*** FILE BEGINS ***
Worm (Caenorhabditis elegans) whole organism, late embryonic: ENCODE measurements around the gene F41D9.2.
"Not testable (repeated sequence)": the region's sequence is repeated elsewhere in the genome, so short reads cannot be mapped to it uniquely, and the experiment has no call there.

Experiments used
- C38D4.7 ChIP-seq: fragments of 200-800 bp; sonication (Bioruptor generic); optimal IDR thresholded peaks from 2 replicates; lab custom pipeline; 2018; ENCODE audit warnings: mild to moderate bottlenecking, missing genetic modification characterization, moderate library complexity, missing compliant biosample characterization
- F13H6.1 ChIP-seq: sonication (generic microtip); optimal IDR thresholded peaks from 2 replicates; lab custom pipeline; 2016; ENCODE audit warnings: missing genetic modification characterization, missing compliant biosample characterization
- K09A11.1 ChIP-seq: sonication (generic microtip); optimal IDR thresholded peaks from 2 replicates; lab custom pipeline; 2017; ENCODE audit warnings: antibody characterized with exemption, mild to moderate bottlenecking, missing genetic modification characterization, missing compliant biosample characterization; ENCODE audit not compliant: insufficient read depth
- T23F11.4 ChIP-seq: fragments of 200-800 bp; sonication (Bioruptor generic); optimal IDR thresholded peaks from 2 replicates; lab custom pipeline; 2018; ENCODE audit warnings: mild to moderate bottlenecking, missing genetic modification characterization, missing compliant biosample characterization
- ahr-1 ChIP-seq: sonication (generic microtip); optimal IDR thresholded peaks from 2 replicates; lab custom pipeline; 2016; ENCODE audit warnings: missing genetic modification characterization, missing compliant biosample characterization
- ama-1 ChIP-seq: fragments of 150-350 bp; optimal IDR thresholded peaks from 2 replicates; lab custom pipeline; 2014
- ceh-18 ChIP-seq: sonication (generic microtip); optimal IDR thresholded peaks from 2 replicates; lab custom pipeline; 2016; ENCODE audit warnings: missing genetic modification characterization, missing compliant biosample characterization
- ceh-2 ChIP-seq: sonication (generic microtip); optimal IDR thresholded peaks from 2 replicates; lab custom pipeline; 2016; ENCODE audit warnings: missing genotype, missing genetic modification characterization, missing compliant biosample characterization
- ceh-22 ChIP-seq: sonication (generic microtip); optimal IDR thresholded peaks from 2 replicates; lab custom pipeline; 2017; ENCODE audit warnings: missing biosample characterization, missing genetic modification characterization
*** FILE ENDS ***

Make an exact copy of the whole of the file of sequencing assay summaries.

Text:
Worm (Caenorhabditis elegans) whole organism, late embryonic: ENCODE measurements around the gene F41D9.2.
"Not testable (repeated sequence)": the region's sequence is repeated elsewhere in the genome, so short reads cannot be mapped to it uniquely, and the experiment has no call there.

Experiments used
- C38D4.7 ChIP-seq: fragments of 200-800 bp; sonication (Bioruptor generic); optimal IDR thresholded peaks from 2 replicates; lab custom pipeline; 2018; ENCODE audit warnings: mild to moderate bottlenecking, missing genetic modification characterization, moderate library complexity, missing compliant biosample characterization
- F13H6.1 ChIP-seq: sonication (generic microtip); optimal IDR thresholded peaks from 2 replicates; lab custom pipeline; 2016; ENCODE audit warnings: missing genetic modification characterization, missing compliant biosample characterization
- K09A11.1 ChIP-seq: sonication (generic microtip); optimal IDR thresholded peaks from 2 replicates; lab custom pipeline; 2017; ENCODE audit warnings: antibody characterized with exemption, mild to moderate bottlenecking, missing genetic modification characterization, missing compliant biosample characterization; ENCODE audit not compliant: insufficient read depth
- T23F11.4 ChIP-seq: fragments of 200-800 bp; sonication (Bioruptor generic); optimal IDR thresholded peaks from 2 replicates; lab custom pipeline; 2018; ENCODE audit warnings: mild to moderate bottlenecking, missing genetic modification characterization, missing compliant biosample characterization
- ahr-1 ChIP-seq: sonication (generic microtip); optimal IDR thresholded peaks from 2 replicates; lab custom pipeline; 2016; ENCODE audit warnings: missing genetic modification characterization, missing compliant biosample characterization
- ama-1 ChIP-seq: fragments of 150-350 bp; optimal IDR thresholded peaks from 2 replicates; lab custom pipeline; 2014
- ceh-18 ChIP-seq: sonication (generic microtip); optimal IDR thresholded peaks from 2 replicates; lab custom pipeline; 2016; ENCODE audit warnings: missing genetic modification characterization, missing compliant biosample characterization
- ceh-2 ChIP-seq: sonication (generic microtip); optimal IDR thresholded peaks from 2 replicates; lab custom pipeline; 2016; ENCODE audit warnings: missing genotype, missing genetic modification characterization, missing compliant biosample characterization
- ceh-22 ChIP-seq: sonication (generic microtip); optimal IDR thresholded peaks from 2 replicates; lab custom pipeline; 2017; ENCODE audit warnings: missing biosample characterization, missing genetic modification characterization